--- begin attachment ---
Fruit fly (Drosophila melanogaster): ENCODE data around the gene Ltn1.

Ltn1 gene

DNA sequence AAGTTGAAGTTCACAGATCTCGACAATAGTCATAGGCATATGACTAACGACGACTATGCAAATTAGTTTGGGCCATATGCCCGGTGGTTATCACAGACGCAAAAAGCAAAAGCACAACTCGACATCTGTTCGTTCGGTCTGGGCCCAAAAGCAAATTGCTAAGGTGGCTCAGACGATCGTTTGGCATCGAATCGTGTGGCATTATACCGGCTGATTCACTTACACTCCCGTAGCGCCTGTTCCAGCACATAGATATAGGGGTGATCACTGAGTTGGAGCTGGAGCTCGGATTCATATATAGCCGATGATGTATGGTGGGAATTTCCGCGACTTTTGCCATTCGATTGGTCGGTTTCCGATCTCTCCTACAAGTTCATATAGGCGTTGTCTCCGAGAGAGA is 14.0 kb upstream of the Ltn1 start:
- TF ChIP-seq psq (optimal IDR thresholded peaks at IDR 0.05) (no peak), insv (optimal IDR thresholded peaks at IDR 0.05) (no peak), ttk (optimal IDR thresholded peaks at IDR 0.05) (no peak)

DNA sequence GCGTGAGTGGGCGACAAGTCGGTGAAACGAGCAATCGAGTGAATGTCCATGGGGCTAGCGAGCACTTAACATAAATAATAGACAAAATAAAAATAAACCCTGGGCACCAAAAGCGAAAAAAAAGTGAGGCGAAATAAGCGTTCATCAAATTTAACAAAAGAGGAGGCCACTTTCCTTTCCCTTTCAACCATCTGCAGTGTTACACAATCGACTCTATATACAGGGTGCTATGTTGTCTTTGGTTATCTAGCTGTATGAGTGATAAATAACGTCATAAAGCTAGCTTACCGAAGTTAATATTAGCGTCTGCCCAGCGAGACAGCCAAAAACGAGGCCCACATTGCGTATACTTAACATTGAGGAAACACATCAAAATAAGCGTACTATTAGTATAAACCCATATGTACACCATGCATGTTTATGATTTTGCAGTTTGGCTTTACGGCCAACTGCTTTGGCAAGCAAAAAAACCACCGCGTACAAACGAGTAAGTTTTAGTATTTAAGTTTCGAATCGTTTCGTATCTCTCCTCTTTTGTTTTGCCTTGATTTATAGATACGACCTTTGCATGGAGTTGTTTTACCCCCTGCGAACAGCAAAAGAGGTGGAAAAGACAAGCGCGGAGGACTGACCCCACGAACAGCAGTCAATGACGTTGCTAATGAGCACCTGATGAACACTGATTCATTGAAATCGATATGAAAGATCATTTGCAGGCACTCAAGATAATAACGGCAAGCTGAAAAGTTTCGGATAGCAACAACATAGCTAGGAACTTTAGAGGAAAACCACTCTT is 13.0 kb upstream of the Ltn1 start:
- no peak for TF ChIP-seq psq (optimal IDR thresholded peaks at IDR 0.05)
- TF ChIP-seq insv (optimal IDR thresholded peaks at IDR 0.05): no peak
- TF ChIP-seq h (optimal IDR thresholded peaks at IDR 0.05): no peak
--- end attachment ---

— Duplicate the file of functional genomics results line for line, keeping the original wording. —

Fruit fly (Drosophila melanogaster): ENCODE data around the gene Ltn1.

Ltn1 gene

DNA sequence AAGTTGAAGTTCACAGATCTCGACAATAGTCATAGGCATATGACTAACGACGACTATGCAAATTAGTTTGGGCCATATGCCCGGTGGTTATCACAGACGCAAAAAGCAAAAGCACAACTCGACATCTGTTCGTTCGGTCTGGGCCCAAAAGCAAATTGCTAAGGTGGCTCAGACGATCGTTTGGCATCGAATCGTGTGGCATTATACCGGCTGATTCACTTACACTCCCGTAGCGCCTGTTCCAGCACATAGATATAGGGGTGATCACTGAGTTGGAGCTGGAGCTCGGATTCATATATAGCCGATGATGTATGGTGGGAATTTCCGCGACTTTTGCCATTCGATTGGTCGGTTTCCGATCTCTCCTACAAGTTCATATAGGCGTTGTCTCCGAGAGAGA is 14.0 kb upstream of the Ltn1 start:
- TF ChIP-seq psq (optimal IDR thresholded peaks at IDR 0.05) (no peak), insv (optimal IDR thresholded peaks at IDR 0.05) (no peak), ttk (optimal IDR thresholded peaks at IDR 0.05) (no peak)

DNA sequence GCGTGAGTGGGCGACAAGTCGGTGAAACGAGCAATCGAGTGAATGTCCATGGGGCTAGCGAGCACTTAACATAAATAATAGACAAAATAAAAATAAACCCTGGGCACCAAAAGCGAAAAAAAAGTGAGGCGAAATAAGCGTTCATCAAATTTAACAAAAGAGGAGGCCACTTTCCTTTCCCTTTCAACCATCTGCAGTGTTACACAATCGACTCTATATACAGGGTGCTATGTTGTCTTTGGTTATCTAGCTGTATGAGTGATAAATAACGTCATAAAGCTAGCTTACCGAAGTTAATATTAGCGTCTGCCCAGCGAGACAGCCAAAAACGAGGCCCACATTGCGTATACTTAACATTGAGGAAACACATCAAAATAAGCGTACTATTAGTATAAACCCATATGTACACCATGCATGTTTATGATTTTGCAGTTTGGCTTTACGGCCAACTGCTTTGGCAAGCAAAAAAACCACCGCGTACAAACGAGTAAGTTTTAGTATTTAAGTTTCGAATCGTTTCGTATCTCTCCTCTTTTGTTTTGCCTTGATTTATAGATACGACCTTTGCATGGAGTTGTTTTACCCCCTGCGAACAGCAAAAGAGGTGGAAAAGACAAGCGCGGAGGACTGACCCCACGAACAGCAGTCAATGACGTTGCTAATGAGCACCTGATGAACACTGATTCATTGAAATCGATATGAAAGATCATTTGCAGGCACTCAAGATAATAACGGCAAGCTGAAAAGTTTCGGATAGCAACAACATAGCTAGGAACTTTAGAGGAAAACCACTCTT is 13.0 kb upstream of the Ltn1 start:
- no peak for TF ChIP-seq psq (optimal IDR thresholded peaks at IDR 0.05)
- TF ChIP-seq insv (optimal IDR thresholded peaks at IDR 0.05): no peak
- TF ChIP-seq h (optimal IDR thresholded peaks at IDR 0.05): no peak